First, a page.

• We employ only the finest R2R DAC designs because of their potential for maximum musical performance. Not only is (was) R2R more expensive to produce but also zero filtering in the digital domain is only possible with R2R type of DACs. In our book, the finest ever created R2R DACs are TDA1541, TDA1543 and PCM56/58.
  • Since all our DACs are R2R with tiny current output, we offer both passive as well as active I/U conversion methods. In all our higher performance levels we employ active I/U conversion method based on a pair of specially selected Germanium transistors with shunt voltage regulated power supply. R2R in combination with active I/U (discrete design in SW1X’s way) pretty much resembles the sound of modern R2R discrete DACs but with a hint of soft & full bodied vintage flavor.
  • Power supply, irrespective of the topology, is positioned as close as possible to the active components in order to keep low output impedance, keep the voltage stable and to maximise dynamic behavior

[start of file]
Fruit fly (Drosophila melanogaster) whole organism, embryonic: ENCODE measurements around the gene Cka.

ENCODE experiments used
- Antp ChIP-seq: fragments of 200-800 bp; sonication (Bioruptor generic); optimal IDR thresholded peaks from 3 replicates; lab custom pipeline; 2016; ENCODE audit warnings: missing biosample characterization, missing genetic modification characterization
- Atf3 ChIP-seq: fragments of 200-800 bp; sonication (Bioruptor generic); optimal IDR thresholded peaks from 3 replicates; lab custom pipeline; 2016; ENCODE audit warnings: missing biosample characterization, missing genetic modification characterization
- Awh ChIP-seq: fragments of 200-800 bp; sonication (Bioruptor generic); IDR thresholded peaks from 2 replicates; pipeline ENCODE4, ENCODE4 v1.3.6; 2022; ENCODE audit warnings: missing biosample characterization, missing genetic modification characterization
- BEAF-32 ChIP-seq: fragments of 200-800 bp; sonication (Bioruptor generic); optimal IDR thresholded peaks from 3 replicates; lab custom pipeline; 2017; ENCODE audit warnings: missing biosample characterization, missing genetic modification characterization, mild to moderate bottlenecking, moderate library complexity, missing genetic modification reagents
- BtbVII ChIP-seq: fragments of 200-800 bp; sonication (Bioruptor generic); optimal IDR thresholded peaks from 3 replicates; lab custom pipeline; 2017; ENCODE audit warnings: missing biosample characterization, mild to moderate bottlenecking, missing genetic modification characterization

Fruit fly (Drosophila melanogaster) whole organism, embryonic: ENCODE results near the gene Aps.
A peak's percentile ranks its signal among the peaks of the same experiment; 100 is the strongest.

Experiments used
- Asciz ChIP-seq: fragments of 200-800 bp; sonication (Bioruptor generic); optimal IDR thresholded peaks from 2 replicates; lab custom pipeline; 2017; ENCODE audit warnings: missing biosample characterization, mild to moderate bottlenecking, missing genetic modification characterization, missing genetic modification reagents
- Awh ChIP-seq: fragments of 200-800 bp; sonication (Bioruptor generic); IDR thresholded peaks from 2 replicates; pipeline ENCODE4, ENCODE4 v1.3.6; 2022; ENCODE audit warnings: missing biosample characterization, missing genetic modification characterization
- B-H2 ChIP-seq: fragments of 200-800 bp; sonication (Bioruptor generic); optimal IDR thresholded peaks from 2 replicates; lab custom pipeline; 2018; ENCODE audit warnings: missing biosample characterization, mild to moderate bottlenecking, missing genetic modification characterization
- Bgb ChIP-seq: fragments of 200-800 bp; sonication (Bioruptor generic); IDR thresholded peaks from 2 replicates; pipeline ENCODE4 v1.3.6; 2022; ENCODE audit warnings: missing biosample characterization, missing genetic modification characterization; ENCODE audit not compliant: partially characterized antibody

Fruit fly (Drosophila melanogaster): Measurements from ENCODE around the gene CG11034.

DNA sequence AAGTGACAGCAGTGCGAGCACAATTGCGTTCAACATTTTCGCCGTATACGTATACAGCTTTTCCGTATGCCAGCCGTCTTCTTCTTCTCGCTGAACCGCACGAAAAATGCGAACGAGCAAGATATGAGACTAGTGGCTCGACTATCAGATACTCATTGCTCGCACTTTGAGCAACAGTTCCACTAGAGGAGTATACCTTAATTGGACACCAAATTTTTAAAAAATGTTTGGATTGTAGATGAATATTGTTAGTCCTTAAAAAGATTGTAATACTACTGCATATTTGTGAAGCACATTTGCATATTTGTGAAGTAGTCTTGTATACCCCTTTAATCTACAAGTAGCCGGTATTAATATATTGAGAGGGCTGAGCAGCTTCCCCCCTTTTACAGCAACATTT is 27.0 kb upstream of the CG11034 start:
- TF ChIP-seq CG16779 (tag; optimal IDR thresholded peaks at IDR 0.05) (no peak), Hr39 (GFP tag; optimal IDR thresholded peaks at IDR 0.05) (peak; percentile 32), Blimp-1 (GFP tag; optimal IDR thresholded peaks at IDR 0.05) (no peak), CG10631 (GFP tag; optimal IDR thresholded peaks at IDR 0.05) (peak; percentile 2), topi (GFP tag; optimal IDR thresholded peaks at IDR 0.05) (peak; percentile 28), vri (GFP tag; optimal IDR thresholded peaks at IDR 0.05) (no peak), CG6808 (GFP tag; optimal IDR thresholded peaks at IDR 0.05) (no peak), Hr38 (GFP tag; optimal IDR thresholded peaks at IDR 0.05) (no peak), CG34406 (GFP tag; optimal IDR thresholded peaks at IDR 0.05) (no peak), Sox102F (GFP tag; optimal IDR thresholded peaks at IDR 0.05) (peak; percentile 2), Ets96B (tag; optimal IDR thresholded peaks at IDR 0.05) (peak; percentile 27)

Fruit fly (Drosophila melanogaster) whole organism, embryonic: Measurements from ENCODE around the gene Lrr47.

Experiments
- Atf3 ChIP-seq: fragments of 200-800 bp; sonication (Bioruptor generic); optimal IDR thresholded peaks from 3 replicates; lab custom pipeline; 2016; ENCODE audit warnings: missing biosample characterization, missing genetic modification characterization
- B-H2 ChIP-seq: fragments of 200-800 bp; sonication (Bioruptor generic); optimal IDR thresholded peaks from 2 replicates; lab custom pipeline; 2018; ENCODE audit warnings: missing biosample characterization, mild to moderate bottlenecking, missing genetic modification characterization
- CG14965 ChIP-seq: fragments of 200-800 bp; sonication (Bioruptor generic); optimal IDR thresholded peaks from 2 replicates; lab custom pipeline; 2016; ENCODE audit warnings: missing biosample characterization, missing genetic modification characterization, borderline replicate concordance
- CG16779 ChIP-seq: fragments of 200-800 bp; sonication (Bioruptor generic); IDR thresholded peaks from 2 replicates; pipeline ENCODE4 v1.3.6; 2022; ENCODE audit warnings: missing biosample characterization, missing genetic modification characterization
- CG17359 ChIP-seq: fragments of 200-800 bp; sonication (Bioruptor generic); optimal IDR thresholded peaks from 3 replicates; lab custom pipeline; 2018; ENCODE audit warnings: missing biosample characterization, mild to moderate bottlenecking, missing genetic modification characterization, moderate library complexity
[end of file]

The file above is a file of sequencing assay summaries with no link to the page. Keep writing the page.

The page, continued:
• Power supply design for HV applications such a B+ power supply is CRC, CLC, CLCLC or shunt valve regulated type depending on the SW1X performance level
  • Power supply for low voltage applications, where voltage stability is the key, we employ shunt or series voltage regulation based on discrete transistors made of Germanium, at each performance level
  • Larger transformer cores with thicker conductors tend to sound fuller (most mainstream manufacturers tend to save here)
  • All our phono pre-amplifiers are classic 2 amplification stage designs with passive RIAA equalization and series resistor-less design.
  • Less gain stages is better than more- we use 2 gains stages (usually only one) at maximum. More gain stages are counterproductive as more active and passive components are used, which in turn remove low level musical information because of their inherent imperfections